When I was a young child, I remember coloring red apples, earning stickers, and being encouraged to try new things. Every dream was destined to occur, if not in the moment, then when I was “big enough.” I was going to be an inventor, and there was really no hesitation about it. I had big visions, little experience, and no limitations. “Reach for the stars!” my teachers would say. I had. I had conquered that quest the first time someone had inspired me to. I stretched my wiggly little fingers up to the sky, pushed my heels off of the ground with my tip-toes, grunted, and extended myself as high as I possibly could. When I had exerted every bit of energy that I had, and could no longer maintain my balance, I landed my heels back onto the ground, my eyes shining with pride. “Mommy, did you see how far I reached?” I celebrated. As a young child, the victory was in the reaching. You cannot be defeated when your pride lies in your efforts, so long as you try.
You cannot be defeated when your pride lies in your effort, so long as you try.
We are created with an intrinsic desire to push ourselves beyond our natural capabilities and exceed the expectations of the world we are trying to impress. In childhood, there is no question to whether or not we possess magic. We confidently and impatiently wait for the catalyst that will enable us to change the world, be the best, and do the impossible. We read books and watch movies that motivate and inspire us and then we lace up our shoes and take the steps we believe are necessary to make it happen! When we don’t succeed, we are encouraged to try again.
Then one day, we “grow up.” The cliché, “reach for the stars” cues an eye-roll. As we approach adulthood we are often advised against pursuing our dreams and encouraged to choose something more practical and socially acceptable, like going to college, taking over the family business, or working for a corporation with the intention of “climbing the corporate ladder.” The problem with this advice is that according to multiple studies and surveys done in the last few years, an average of about 12% of college graduates are unemployed, while nearly 50% are working in fields completely unrelated to their college degree. (source). Among the employed in the United States, it is estimated that less than half of Americans are satisfied in their current job. (source). In addition, the average American will hold ten different jobs before the age of forty according to the Bureau of Labor Statistics. Assuming that you work a forty hour work week, fifty-one out of fifty-two weeks a year, you will spend 2,040 hours per year at work. If you spend 45 years of your life employed, that is 91,800 hours of work. It would be wise to choose a career that interests you if you don’t want to spend that much time wishing you were doing something else.
Hating your job can lead to stress, depression, anxiety, weight gain and lack of sleep. To a person who already suffers from mental illnesses, these issues can trigger panic attacks, depressive episodes, irritability, relationship problems and despair. The combination of some of these factors can also cause a weakened immune system, increasing the chance of becoming seriously ill.
My favorite quote ever spoken or written into existence is this:
Everybody is a genius. But if you judge a fish by its ability to climb a tree, it will live its whole life believing that it is stupid.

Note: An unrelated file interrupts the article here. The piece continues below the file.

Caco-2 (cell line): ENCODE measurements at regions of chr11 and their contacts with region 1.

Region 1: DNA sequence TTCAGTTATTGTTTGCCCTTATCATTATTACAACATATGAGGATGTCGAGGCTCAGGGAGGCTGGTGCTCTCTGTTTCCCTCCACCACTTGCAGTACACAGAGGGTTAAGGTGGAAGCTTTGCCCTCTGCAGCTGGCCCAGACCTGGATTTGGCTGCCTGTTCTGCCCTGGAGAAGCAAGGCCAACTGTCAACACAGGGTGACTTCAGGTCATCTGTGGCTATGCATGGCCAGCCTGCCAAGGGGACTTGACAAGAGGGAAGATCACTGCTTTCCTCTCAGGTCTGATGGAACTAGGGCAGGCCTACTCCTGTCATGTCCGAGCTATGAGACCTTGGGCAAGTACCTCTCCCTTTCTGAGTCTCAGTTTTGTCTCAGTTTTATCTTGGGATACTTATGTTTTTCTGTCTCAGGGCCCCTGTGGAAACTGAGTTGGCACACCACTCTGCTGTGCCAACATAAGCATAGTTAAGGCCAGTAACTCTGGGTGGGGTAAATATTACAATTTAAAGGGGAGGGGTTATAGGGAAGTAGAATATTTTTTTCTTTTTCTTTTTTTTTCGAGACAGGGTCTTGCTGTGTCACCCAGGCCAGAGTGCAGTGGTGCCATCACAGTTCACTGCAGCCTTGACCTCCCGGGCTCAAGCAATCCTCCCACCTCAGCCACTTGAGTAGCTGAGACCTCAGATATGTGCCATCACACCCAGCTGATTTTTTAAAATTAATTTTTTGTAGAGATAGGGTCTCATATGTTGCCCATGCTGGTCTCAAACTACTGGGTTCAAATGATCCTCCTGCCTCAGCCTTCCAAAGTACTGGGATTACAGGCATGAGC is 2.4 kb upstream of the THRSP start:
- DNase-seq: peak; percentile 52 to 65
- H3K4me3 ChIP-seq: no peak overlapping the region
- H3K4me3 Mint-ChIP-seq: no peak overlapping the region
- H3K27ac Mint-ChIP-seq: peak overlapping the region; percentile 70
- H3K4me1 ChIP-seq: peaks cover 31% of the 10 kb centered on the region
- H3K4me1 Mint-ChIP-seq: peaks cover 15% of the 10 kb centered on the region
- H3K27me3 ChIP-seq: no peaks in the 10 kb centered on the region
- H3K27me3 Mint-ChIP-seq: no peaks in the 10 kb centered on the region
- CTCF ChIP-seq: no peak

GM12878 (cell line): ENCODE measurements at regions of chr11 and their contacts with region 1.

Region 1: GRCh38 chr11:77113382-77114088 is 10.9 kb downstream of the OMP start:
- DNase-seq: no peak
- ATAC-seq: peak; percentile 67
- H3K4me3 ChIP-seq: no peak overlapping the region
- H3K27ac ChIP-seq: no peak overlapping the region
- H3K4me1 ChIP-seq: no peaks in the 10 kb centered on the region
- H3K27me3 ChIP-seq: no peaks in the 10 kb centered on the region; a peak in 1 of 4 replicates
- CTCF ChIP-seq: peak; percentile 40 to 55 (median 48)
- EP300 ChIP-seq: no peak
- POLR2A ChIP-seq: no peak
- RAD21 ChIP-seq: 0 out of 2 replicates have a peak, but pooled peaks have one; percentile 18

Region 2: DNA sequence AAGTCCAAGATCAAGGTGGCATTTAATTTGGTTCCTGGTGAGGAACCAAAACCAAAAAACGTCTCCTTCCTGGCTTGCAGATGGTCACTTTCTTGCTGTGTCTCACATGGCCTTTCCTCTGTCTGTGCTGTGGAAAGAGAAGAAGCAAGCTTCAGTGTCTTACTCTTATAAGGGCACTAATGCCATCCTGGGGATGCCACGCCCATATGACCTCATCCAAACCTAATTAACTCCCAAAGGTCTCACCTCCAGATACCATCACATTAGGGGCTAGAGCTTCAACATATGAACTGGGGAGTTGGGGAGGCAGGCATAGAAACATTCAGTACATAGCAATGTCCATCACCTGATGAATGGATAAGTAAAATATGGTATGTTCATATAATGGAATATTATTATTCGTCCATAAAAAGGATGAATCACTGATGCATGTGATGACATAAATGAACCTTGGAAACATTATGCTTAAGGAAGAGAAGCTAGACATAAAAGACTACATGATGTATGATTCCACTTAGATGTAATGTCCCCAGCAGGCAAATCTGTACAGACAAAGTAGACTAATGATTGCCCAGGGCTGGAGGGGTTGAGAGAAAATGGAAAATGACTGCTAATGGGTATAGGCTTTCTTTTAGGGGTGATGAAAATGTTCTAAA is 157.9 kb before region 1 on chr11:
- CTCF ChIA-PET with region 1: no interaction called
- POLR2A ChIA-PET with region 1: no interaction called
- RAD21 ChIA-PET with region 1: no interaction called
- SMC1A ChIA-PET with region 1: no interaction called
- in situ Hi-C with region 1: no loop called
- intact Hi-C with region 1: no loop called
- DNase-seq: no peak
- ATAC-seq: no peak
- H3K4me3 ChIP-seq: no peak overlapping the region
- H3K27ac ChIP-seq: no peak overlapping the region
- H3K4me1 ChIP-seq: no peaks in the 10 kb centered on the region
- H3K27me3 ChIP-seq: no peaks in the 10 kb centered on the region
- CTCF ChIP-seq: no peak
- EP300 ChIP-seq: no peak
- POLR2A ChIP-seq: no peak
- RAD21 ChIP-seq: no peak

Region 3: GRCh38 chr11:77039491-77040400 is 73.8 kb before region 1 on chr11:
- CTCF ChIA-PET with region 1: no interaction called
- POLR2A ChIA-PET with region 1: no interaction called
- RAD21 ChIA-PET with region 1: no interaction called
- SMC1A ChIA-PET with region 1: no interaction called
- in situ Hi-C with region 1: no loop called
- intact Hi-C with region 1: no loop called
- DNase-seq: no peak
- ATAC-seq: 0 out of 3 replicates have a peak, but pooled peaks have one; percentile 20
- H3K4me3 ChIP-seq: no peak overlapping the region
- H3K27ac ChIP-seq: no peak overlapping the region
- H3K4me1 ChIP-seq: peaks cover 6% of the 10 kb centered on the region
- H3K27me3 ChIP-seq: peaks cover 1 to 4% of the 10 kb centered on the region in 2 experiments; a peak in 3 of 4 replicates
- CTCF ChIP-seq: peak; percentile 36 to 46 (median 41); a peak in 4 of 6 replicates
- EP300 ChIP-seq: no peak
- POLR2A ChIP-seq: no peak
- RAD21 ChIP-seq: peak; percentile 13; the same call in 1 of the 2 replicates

My dear friends, ask yourselves why you are in the position that you are in. If it’s not because you want to be there or because you love what you are doing, re-evaluate the importance of your health and happiness. You will not excel consistently doing something that you hate. Eventually you will give up or die in monotonous woe. If you feel that living a life that fascinates you is nothing but a fairy tale, remember the quote I posted last week: The first step toward success is taken when you refuse to be a captive of the environment in which you first find yourself (Mark Caine). You must consciously take action–one step at a time. Do something that satisfies and fascinates you each day, and you will stumble into living and accomplishing your dreams.
I once wrote a short-story in college that received an “F” by a professor who both disapproved and misunderstood the content of my story. She accused me of being homophobic and a bigot. The irony was that the fiction piece was meant to expose bigotry. As a closeted lesbian with a religious upbringing, I was mocked and belittled at my university for my ties to the Christian faith. I struggled coming to terms with my sexuality because of my desire to be accepted by my family and the church. I was also pushed away by liberals, who rejected me as strongly as the evangelical church rejected the LGBT community. Realizing that both communities were equally harsh on each other, I decided to write a protagonist that both parties could root for with content that would cause the reader to examine their own biases.
I won’t cover it up, I cried when I was confronted with my grade and the comments about my work. I did not, however, stop writing or addressing taboo topics. Today, I am a published author and I travel around the United States speaking to both the LGBTQ community and the Christian community about tearing down stereotypes and reducing stigma and intolerance.
Follow your passions, be genuine, listen and learn before you judge, and have confidence that though a fish can’t climb a tree, it sure can swim like Michael Phelps!
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If you’d like to read the fiction story tackling bigotry you can find it here.
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